Thomas Witham ["Tales of the V.C."], item 4

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TALES OF THE V.C.

Private Thomas WItham, 1st. Battalion Coldstream Guards.

By, Lieut: J. P. Lloyd


  It was the morning of the 31st of July 1917,

and the 1st battalion of the Coldstream Guards had taken two

lines of German trenches on Pilckem Ridge. In each one of

the chain of shell holes, that was all that remained of the

German second line, crouched the men of the leading wave,

waiting only for the order to go forward again.

  In one of these craters on the right of the

line sat three men - a sergeant, a corporal, and a private.

Up and down the dreary waste of gray mud in front of them the

British shells were bursting in a leaping inferno of smoke and

flame. They were bursting, too, in clouds of red dust upon

a heap of bricks and rubble, which had once been a house, some

70 yards away to their right front.

  Suddenly, as they waited there, out of the

ruins came a quick gust of bullets, that cracked like whips

overhead, and, even above the thunder of the barrage, the three

men could hear the familiar insistent chatter of a machine-

gun. Lurking in some hidden corner, it had escaped the anger 

of our guns. In a few minutes the barrage would lift, and

the machine-gun would work its will upon the khaki line that 

marched behind it up the base slope of the hill.

  Somehow, and at once, that machine gun must

be silenced. But how? Between the three men and the

emplacement fell what seemed to be an impenetrable curtain of

fire, and if, by a miracle, a man should come safely through

that, how could he reach the machine gun unseen by it's crew?.

Then,

Transcription saved

TALES OF THE V.C.

Private Thomas WItham, 1st. Battalion Coldstream Guards.

By, Lieut: J. P. Lloyd


  It was the morning of the 31st of July 1917,

and the 1st battalion of the Coldstream Guards had taken two

lines of German trenches on Pilckem Ridge. In each one of

the chain of shell holes, that was all that remained of the

German second line, crouched the men of the leading wave,

waiting only for the order to go forward again.

  In one of these craters on the right of the

line sat three men - a sergeant, a corporal, and a private.

Up and down the dreary waste of gray mud in front of them the

British shells were bursting in a leaping inferno of smoke and

flame. They were bursting, too, in clouds of red dust upon

a heap of bricks and rubble, which had once been a house, some

70 yards away to their right front.

  Suddenly, as they waited there, out of the

ruins came a quick gust of bullets, that cracked like whips

overhead, and, even above the thunder of the barrage, the three

men could hear the familiar insistent chatter of a machine-

gun. Lurking in some hidden corner, it had escaped the anger 

of our guns. In a few minutes the barrage would lift, and

the machine-gun would work its will upon the khaki line that 

marched behind it up the base slope of the hill.

  Somehow, and at once, that machine gun must

be silenced. But how? Between the three men and the

emplacement fell what seemed to be an impenetrable curtain of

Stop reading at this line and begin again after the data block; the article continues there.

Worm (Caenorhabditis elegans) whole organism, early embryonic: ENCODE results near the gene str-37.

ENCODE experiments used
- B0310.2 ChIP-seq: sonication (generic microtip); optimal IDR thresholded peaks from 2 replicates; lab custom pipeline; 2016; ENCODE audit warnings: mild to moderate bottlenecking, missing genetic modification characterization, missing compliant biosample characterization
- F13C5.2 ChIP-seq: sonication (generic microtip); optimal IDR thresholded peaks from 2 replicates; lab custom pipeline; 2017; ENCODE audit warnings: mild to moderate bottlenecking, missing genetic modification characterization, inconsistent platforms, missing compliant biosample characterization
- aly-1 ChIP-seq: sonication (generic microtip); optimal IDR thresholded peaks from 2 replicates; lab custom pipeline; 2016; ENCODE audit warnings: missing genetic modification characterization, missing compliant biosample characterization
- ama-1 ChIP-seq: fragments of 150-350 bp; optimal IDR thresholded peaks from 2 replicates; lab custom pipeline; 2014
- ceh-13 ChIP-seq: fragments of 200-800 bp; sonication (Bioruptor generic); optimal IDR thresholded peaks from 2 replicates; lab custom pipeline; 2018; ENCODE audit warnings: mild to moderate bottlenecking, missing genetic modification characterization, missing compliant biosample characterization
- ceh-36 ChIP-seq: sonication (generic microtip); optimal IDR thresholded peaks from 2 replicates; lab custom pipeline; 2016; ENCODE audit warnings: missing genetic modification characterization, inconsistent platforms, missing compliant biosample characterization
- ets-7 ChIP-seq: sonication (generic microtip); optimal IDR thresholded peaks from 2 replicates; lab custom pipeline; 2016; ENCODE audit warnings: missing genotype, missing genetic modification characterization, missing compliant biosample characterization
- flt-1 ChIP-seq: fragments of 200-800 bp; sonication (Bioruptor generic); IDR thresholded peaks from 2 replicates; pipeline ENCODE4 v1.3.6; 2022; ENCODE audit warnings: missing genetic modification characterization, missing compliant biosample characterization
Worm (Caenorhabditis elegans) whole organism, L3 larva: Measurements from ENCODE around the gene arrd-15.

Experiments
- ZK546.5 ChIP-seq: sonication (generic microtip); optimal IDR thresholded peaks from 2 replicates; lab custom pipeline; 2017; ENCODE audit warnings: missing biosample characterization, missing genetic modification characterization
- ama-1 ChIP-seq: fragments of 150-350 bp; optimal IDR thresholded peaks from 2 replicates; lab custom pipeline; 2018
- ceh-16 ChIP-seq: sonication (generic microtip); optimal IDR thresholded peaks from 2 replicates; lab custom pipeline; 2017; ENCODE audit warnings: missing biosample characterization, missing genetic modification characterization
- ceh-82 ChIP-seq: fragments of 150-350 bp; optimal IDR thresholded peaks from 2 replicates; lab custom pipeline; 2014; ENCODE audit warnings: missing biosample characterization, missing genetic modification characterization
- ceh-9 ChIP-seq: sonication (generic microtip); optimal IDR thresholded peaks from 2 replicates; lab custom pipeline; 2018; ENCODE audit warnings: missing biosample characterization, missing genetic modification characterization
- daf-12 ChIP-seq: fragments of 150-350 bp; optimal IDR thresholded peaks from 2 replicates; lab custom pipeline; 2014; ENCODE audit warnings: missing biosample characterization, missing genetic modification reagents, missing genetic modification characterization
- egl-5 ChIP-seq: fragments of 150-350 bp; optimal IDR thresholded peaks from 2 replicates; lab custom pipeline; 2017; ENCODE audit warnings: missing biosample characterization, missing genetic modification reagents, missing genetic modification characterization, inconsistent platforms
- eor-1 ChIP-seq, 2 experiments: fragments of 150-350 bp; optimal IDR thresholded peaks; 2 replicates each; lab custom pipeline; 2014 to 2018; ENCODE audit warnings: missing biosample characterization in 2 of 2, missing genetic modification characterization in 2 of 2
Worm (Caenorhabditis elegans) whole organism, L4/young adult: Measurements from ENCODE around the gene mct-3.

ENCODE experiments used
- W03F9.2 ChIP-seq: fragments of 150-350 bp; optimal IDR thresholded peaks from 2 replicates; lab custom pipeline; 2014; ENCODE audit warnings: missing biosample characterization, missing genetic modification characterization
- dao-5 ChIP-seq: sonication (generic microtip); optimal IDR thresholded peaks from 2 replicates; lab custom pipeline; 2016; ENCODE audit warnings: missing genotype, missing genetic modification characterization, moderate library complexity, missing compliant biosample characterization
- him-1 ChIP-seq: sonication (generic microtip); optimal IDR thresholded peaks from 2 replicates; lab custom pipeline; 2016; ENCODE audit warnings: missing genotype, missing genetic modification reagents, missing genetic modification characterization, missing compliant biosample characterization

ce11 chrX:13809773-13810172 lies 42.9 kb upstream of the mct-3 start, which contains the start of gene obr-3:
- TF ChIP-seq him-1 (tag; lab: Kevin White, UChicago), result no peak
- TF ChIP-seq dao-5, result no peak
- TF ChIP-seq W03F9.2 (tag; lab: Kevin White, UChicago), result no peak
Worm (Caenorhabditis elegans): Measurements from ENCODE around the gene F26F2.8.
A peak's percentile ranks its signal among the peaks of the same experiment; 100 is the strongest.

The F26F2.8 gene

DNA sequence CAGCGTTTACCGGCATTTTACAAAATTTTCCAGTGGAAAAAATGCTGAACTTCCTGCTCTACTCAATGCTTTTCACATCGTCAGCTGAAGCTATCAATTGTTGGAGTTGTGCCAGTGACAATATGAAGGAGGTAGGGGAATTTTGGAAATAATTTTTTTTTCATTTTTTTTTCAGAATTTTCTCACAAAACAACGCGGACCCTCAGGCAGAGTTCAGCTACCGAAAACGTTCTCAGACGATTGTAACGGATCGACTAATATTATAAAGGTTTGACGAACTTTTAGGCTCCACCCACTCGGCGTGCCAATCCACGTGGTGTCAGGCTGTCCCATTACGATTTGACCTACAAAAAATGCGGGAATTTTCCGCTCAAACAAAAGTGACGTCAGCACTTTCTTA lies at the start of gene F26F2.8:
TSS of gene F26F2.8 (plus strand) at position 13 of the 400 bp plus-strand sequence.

fire, and if, by a miracle, a man should come safely through

that, how could he reach the machine gun unseen by it's crew?.

Then,


Transcription history
  • January 18, 2018 04:12:21 Thomas A. Lingner

    TALES OF THE V.C.

    Private Thomas WItham, 1st. Battalion Coldstream Guards.

    By, Lieut: J. P. Lloyd


      It was the morning of the 31st of July 1917,

    and the 1st battalion of the Coldstream Guards had taken two

    lines of German trenches on Pilckem Ridge. In each one of

    the chain of shell holes, that was all that remained of the

    German second line, crouched the men of the leading wave,

    waiting only for the order to go forward again.

      In one of these craters on the right of the

    line sat three men - a sergeant, a corporal, and a private.

    Up and down the dreary waste of gray mud in front of them the

    British shells were bursting in a leaping inferno of smoke and

    flame. They were bursting, too, in clouds of red dust upon

    a heap of bricks and rubble, which had once been a house, some

    70 yards away to their right front.

      Suddenly, as they waited there, out of the

    ruins came a quick gust of bullets, that cracked like whips

    overhead, and, even above the thunder of the barrage, the three

    men could hear the familiar insistent chatter of a machine-

    gun. Lurking in some hidden corner, it had escaped the anger 

    of our guns. In a few minutes the barrage would lift, and

    the machine-gun would work its will upon the khaki line that 

    marched behind it up the base slope of the hill.

      Somehow, and at once, that machine gun must

    be silenced. But how? Between the three men and the

    emplacement fell what seemed to be an impenetrable curtain of

    fire, and if, by a miracle, a man should come safely through

    that, how could he reach the machine gun unseen by it's crew?.

    Then,

Description

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  • 50.8798343||2.8880638000000545||

    Pilckem Ridge, near Ypres

    ||1
Location(s)
  • Story location Pilckem Ridge, near Ypres


ID
5454 / 60684
Source
http://europeana1914-1918.eu/...
Contributor
Jeremy Arter
License
http://creativecommons.org/licenses/by-sa/3.0/


  • English

  • Western Front

  • Propaganda
  • Remembrance
  • Trench Life



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